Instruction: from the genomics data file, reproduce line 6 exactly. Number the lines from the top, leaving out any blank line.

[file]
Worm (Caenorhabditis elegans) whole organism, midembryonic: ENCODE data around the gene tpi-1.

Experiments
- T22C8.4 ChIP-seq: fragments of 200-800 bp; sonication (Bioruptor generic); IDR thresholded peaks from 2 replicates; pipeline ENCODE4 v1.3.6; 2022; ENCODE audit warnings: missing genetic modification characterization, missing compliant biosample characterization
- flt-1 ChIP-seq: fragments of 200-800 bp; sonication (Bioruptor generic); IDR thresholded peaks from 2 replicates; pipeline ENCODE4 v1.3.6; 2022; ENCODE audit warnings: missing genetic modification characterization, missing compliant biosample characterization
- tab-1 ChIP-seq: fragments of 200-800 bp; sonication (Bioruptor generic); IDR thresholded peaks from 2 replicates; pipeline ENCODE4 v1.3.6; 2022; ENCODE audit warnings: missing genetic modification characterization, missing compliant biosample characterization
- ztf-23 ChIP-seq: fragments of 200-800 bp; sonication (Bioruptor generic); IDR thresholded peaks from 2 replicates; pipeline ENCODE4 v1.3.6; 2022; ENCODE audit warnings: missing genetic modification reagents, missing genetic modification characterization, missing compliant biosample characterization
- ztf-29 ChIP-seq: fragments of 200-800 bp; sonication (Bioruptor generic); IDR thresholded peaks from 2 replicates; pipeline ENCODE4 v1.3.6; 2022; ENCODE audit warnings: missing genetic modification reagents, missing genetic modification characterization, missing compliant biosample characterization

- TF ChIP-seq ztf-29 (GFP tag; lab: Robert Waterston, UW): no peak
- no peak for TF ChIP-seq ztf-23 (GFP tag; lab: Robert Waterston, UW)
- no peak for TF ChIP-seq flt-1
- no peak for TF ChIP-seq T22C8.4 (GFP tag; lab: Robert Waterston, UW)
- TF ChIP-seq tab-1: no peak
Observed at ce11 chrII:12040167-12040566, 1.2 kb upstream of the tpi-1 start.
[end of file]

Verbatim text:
- ztf-23 ChIP-seq: fragments of 200-800 bp; sonication (Bioruptor generic); IDR thresholded peaks from 2 replicates; pipeline ENCODE4 v1.3.6; 2022; ENCODE audit warnings: missing genetic modification reagents, missing genetic modification characterization, missing compliant biosample characterization